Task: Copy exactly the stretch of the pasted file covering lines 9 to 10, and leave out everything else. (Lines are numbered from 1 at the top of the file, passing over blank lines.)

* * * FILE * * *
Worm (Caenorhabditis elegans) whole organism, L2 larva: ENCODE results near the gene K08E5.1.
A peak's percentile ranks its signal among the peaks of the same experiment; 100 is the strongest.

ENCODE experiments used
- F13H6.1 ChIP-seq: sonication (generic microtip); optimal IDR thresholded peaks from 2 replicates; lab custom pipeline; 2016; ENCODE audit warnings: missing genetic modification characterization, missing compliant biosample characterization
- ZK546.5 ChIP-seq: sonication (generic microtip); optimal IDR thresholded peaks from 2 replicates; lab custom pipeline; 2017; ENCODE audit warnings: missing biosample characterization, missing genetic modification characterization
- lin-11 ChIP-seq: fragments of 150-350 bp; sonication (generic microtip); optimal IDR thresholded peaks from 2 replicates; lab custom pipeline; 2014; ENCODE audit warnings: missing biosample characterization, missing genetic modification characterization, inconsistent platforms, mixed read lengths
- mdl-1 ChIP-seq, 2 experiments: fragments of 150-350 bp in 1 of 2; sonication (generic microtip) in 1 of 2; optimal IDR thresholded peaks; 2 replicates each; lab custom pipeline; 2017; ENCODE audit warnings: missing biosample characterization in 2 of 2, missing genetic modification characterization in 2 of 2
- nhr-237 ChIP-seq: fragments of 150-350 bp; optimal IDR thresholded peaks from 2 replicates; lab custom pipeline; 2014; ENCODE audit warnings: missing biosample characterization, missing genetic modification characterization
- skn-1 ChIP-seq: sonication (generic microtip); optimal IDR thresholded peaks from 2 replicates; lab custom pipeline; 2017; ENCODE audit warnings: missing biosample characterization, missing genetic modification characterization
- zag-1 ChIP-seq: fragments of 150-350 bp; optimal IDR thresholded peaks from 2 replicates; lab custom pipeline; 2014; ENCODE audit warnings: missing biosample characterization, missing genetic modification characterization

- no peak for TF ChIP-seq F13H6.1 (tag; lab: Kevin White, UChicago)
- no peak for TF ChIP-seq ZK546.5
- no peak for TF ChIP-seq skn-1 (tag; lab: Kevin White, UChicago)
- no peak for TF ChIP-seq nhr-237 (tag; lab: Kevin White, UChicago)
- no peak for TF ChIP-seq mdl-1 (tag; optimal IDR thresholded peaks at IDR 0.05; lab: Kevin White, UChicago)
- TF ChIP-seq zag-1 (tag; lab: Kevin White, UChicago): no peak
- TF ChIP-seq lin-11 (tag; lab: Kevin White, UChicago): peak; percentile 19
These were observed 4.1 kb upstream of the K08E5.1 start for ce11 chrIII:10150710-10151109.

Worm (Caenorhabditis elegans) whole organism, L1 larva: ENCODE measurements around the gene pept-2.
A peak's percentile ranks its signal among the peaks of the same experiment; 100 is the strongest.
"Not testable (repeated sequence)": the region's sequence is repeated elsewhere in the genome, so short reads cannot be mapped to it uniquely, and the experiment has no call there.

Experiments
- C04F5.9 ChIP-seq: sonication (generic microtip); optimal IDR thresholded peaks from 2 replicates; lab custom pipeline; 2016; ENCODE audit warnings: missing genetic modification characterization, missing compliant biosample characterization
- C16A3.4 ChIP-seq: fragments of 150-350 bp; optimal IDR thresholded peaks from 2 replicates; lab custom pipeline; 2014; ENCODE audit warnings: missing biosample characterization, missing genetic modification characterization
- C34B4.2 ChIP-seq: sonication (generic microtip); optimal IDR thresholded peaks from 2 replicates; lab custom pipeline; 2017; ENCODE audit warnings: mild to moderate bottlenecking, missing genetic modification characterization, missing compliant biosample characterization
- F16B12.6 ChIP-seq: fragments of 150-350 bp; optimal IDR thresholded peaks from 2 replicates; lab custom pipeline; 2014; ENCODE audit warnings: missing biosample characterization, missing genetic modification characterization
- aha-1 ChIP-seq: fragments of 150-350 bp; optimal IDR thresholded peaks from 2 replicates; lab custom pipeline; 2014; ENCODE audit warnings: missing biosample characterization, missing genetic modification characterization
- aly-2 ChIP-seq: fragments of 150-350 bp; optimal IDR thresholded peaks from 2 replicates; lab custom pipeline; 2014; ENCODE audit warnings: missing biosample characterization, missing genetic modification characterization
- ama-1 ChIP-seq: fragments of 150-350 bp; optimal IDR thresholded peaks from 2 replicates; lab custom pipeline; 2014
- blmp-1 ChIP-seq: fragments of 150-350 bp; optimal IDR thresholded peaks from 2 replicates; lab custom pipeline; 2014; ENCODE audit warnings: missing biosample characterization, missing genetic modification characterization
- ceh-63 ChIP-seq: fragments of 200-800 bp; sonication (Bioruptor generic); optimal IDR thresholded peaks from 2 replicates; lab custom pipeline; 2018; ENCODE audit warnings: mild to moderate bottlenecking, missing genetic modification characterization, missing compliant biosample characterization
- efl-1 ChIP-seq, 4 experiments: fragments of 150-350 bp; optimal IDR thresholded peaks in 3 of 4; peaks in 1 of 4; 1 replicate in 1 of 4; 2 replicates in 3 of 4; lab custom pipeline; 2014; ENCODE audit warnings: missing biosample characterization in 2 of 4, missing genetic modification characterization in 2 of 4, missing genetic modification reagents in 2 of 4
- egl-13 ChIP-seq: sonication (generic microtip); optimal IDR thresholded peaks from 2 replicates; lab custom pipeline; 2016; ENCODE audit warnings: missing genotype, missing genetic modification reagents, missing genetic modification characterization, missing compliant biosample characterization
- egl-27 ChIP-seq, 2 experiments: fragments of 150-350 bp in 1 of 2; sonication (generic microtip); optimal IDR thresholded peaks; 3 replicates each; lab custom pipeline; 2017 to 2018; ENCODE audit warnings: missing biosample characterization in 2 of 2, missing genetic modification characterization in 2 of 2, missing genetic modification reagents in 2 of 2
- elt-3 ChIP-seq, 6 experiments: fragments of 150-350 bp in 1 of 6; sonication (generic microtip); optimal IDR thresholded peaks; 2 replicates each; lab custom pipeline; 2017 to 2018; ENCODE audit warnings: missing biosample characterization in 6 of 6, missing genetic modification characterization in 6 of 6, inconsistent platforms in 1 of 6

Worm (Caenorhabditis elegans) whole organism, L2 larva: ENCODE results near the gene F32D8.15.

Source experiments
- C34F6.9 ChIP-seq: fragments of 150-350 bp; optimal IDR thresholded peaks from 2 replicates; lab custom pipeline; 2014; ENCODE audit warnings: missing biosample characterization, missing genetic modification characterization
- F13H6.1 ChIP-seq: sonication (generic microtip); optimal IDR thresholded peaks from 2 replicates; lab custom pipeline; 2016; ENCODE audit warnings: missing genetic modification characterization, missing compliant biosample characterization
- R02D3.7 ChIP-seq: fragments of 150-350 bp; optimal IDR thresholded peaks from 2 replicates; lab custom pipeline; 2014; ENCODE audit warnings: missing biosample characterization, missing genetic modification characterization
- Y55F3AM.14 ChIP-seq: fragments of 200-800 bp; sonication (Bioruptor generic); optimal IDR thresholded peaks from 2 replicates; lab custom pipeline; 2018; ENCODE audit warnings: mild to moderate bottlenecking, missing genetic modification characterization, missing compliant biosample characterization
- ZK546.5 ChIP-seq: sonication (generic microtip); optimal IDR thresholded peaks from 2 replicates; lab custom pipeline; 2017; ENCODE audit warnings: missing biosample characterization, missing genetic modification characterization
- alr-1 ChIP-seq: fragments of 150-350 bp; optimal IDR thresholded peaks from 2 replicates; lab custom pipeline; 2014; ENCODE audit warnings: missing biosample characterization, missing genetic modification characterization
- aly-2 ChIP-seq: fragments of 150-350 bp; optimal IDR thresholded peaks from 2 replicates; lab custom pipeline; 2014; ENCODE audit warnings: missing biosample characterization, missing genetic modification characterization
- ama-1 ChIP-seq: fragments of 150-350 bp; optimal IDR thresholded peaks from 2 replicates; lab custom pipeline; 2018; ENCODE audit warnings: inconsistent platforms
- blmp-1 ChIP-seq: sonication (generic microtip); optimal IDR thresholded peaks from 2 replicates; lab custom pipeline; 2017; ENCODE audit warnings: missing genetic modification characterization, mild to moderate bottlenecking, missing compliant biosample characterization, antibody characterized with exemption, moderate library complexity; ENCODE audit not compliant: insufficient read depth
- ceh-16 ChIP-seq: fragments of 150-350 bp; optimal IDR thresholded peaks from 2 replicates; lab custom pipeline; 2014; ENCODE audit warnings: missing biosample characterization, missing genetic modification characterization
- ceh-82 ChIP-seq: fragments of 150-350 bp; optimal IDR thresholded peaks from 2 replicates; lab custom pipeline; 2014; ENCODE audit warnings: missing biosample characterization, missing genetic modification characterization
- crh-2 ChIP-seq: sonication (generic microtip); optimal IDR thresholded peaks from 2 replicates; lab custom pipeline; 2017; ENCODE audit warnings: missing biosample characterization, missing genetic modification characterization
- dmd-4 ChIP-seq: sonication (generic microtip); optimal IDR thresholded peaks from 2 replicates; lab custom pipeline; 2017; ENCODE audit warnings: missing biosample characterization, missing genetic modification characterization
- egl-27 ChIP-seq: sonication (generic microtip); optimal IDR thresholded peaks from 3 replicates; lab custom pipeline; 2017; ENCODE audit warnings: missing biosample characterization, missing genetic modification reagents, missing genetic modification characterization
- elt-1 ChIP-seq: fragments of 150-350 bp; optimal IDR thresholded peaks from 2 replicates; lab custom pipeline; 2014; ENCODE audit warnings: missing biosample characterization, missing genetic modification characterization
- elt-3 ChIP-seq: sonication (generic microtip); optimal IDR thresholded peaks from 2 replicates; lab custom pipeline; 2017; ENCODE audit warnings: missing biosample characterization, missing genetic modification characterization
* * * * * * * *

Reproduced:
- skn-1 ChIP-seq: sonication (generic microtip); optimal IDR thresholded peaks from 2 replicates; lab custom pipeline; 2017; ENCODE audit warnings: missing biosample characterization, missing genetic modification characterization
- zag-1 ChIP-seq: fragments of 150-350 bp; optimal IDR thresholded peaks from 2 replicates; lab custom pipeline; 2014; ENCODE audit warnings: missing biosample characterization, missing genetic modification characterization